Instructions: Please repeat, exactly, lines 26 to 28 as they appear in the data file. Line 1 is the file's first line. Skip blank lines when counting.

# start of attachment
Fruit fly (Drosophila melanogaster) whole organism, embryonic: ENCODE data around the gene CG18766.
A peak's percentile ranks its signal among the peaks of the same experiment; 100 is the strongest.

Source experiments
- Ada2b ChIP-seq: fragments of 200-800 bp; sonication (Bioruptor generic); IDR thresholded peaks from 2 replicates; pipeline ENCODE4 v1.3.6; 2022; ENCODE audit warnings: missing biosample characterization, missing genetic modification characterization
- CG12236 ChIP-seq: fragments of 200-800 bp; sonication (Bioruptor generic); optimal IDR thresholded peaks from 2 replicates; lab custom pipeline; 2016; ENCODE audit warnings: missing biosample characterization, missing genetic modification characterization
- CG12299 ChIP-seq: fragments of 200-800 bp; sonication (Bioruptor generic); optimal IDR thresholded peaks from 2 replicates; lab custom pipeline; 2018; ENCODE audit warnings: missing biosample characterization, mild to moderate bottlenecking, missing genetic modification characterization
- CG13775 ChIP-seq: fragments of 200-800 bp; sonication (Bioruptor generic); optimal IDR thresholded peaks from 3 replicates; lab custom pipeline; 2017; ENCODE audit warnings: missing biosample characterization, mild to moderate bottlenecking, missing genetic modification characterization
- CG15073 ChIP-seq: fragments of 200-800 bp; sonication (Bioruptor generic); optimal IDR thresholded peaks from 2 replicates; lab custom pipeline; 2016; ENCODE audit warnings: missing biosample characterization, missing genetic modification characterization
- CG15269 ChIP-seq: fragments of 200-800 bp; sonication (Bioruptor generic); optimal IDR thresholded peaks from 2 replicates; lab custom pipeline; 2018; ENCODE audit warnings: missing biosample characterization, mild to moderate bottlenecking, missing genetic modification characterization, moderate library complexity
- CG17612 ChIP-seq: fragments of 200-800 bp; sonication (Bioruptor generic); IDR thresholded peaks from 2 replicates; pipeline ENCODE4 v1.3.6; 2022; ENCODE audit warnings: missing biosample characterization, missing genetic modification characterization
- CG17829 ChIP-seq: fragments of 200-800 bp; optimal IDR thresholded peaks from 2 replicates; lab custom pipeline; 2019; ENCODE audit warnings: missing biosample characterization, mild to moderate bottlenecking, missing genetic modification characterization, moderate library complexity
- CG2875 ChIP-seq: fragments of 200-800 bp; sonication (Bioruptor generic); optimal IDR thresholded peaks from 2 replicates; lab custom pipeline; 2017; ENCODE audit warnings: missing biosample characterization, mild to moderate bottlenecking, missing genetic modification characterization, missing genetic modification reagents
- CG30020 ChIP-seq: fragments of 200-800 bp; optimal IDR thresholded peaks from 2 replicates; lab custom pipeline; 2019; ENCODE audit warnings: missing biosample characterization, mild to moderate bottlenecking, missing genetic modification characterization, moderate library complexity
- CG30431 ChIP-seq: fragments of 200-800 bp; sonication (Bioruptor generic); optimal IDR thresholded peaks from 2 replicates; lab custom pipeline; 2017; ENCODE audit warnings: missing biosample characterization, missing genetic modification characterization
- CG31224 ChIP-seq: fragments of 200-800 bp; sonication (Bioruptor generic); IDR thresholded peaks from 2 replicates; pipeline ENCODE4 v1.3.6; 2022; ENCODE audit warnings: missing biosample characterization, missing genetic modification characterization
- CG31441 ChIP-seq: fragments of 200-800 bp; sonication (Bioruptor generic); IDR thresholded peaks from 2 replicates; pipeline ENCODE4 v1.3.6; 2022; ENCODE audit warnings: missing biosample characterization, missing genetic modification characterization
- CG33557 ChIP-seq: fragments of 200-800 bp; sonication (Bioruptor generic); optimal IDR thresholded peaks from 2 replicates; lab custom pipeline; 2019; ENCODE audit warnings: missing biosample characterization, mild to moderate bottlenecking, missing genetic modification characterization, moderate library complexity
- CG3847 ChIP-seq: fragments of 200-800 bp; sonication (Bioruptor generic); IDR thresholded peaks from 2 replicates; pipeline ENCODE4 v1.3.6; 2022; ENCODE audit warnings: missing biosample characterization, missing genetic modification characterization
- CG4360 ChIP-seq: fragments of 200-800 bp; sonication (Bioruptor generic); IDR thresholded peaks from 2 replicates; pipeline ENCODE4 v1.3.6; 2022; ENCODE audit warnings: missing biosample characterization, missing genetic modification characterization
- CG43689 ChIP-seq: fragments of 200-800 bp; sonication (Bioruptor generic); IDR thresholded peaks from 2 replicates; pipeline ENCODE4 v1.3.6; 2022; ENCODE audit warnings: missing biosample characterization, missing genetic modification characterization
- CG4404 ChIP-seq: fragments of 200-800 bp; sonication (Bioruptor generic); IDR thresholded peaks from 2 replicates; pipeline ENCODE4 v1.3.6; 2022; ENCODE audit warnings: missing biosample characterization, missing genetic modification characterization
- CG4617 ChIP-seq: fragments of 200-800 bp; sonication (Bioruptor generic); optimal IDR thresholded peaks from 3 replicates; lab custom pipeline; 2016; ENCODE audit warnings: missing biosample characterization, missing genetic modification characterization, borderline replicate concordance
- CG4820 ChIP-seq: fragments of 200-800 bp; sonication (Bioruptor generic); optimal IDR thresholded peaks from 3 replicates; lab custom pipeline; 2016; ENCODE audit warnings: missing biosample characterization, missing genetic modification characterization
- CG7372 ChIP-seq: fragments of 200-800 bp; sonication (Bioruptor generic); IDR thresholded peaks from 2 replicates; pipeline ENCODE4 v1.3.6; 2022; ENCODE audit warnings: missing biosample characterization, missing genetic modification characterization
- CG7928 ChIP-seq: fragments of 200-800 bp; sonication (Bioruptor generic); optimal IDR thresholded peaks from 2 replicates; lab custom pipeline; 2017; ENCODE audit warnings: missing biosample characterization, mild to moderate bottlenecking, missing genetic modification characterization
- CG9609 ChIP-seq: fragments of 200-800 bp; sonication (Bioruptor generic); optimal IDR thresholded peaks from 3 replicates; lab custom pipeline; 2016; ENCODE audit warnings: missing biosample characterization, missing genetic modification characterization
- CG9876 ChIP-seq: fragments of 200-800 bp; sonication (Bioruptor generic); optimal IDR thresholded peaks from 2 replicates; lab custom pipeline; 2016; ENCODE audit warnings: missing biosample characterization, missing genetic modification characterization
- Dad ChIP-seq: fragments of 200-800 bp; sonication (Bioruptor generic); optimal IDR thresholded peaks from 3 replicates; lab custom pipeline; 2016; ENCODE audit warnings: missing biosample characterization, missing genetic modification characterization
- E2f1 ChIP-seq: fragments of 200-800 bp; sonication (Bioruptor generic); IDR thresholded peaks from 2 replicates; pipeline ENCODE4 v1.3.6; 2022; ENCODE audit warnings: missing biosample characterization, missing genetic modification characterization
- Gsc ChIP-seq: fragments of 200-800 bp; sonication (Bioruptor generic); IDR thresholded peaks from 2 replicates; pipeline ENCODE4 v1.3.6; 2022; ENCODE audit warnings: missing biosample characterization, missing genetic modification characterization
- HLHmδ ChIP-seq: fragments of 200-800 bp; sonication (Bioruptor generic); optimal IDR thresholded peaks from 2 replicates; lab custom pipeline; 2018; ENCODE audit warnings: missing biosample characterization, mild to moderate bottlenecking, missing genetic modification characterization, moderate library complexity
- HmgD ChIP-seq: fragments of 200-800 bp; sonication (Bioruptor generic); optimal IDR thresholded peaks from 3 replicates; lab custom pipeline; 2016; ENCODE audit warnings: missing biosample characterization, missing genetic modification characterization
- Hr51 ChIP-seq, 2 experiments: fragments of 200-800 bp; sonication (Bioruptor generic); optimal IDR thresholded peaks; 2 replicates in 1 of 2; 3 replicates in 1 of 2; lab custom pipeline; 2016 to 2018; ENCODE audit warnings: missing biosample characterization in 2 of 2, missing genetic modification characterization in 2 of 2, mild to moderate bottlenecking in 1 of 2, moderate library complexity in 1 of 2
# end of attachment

- CG9609 ChIP-seq: fragments of 200-800 bp; sonication (Bioruptor generic); optimal IDR thresholded peaks from 3 replicates; lab custom pipeline; 2016; ENCODE audit warnings: missing biosample characterization, missing genetic modification characterization
- CG9876 ChIP-seq: fragments of 200-800 bp; sonication (Bioruptor generic); optimal IDR thresholded peaks from 2 replicates; lab custom pipeline; 2016; ENCODE audit warnings: missing biosample characterization, missing genetic modification characterization
- Dad ChIP-seq: fragments of 200-800 bp; sonication (Bioruptor generic); optimal IDR thresholded peaks from 3 replicates; lab custom pipeline; 2016; ENCODE audit warnings: missing biosample characterization, missing genetic modification characterization